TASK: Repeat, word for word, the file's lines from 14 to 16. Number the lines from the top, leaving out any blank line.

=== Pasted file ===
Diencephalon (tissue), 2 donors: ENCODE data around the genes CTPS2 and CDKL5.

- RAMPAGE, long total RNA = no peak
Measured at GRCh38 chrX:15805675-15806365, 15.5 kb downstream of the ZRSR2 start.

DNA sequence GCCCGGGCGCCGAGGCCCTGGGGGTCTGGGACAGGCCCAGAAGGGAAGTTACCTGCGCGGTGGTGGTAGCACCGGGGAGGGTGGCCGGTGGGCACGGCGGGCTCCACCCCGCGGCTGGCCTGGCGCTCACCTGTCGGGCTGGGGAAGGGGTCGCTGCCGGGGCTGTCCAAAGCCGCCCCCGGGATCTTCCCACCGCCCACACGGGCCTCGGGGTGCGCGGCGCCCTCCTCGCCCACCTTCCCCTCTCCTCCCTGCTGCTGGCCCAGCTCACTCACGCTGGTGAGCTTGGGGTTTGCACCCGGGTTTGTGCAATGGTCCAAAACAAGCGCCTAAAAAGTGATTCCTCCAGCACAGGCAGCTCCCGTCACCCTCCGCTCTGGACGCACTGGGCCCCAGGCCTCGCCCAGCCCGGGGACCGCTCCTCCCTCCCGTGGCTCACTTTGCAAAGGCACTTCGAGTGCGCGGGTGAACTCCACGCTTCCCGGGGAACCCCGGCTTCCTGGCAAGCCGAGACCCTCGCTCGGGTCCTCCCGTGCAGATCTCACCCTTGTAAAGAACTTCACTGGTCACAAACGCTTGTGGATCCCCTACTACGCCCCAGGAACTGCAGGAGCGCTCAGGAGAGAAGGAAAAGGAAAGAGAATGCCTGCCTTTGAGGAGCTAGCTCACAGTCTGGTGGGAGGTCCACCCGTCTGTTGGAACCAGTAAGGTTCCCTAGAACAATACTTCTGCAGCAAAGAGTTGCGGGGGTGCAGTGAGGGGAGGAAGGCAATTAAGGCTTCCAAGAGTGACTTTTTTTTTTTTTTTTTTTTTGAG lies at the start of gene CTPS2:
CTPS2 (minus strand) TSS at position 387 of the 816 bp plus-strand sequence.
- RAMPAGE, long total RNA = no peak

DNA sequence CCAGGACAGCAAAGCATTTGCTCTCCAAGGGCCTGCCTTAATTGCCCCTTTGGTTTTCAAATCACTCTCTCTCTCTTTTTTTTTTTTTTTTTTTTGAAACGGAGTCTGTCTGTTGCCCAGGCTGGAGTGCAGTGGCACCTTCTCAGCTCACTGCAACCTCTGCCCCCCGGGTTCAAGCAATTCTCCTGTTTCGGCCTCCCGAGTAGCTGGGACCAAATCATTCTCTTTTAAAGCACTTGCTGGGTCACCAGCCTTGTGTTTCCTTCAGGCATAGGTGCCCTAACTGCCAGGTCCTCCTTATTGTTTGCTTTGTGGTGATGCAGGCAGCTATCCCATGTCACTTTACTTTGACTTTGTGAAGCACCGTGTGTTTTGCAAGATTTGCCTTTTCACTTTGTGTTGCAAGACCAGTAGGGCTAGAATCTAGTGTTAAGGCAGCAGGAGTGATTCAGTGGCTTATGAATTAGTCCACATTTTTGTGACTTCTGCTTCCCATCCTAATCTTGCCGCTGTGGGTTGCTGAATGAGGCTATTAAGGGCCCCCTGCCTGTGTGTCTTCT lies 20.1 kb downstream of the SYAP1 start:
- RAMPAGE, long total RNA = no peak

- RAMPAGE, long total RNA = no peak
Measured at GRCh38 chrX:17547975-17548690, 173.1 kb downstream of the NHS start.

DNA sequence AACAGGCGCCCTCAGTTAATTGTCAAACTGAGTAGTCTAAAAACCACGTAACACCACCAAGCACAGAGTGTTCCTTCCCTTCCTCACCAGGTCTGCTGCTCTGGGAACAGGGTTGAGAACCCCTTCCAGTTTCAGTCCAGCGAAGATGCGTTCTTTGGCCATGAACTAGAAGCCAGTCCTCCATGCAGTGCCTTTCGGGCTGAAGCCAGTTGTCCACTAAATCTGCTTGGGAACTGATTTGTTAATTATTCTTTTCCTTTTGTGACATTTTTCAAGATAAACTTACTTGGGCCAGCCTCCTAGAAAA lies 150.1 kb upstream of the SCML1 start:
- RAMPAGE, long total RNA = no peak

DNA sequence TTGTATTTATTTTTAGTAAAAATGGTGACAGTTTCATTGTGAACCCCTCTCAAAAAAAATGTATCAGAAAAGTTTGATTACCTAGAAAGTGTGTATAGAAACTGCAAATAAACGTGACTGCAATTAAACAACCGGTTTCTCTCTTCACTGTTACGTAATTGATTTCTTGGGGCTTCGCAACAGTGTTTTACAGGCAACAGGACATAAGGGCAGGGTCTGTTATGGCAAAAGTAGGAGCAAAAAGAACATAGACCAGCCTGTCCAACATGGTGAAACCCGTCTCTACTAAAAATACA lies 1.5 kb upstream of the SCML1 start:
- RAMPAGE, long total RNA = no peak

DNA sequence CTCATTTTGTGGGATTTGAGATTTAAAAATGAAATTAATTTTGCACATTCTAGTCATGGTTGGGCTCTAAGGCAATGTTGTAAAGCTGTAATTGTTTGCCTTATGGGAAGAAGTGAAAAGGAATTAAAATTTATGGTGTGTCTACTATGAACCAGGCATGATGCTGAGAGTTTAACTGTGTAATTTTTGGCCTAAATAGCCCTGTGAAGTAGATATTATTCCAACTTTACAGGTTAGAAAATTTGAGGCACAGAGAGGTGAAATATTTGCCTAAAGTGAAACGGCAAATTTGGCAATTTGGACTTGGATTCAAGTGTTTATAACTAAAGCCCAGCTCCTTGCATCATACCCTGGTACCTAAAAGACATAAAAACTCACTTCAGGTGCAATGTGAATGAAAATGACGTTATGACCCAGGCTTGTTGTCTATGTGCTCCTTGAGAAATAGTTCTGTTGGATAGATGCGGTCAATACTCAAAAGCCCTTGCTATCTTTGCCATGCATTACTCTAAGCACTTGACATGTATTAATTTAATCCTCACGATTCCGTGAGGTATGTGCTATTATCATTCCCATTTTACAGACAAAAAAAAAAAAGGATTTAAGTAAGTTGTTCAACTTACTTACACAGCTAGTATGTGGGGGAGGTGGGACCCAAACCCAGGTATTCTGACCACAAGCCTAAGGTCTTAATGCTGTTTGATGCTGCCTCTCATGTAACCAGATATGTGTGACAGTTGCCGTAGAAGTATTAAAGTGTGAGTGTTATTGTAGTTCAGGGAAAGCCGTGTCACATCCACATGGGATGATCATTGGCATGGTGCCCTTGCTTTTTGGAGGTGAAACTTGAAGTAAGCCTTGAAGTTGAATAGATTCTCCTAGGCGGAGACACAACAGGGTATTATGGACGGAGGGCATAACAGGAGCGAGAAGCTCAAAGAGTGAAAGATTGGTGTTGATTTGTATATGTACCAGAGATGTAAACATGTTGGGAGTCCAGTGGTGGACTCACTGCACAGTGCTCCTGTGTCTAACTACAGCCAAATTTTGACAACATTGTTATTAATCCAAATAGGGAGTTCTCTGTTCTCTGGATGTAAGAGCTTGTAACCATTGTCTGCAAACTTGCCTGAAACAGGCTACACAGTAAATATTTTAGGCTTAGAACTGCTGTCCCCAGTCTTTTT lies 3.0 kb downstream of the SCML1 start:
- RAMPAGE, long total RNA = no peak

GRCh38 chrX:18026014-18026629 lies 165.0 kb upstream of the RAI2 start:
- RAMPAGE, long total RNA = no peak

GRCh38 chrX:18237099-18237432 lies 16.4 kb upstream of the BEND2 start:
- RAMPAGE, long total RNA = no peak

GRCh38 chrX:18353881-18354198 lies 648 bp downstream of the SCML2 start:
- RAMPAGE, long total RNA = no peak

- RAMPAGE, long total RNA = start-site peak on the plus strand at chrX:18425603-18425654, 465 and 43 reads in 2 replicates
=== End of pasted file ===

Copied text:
- RAMPAGE, long total RNA = no peak

DNA sequence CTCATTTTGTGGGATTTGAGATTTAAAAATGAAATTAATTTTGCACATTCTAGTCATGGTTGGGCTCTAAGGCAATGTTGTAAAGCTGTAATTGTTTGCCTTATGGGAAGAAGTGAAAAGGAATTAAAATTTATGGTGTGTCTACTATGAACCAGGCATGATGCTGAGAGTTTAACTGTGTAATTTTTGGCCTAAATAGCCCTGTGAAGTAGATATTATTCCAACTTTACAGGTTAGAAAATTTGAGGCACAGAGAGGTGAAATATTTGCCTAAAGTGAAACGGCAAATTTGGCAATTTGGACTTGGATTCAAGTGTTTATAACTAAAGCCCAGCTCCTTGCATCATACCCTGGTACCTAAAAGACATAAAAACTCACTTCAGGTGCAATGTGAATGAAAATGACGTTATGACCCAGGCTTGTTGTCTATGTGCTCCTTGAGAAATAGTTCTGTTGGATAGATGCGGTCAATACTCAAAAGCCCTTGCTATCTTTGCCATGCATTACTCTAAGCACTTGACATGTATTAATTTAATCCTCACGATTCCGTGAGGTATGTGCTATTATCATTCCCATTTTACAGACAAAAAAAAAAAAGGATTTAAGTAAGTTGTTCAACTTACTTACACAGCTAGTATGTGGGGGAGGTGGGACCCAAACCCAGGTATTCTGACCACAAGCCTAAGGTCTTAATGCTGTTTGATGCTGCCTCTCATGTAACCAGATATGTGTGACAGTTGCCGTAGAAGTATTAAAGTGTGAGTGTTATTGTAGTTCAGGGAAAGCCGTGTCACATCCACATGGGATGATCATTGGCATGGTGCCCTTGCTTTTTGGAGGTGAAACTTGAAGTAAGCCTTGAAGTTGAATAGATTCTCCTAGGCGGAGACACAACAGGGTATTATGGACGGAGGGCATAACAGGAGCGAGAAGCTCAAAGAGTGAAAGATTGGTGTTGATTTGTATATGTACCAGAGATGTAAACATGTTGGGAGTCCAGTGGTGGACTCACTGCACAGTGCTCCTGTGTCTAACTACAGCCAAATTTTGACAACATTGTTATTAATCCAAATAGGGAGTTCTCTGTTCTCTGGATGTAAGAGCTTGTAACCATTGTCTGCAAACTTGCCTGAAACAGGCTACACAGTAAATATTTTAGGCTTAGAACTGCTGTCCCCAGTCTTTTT lies 3.0 kb downstream of the SCML1 start:
- RAMPAGE, long total RNA = no peak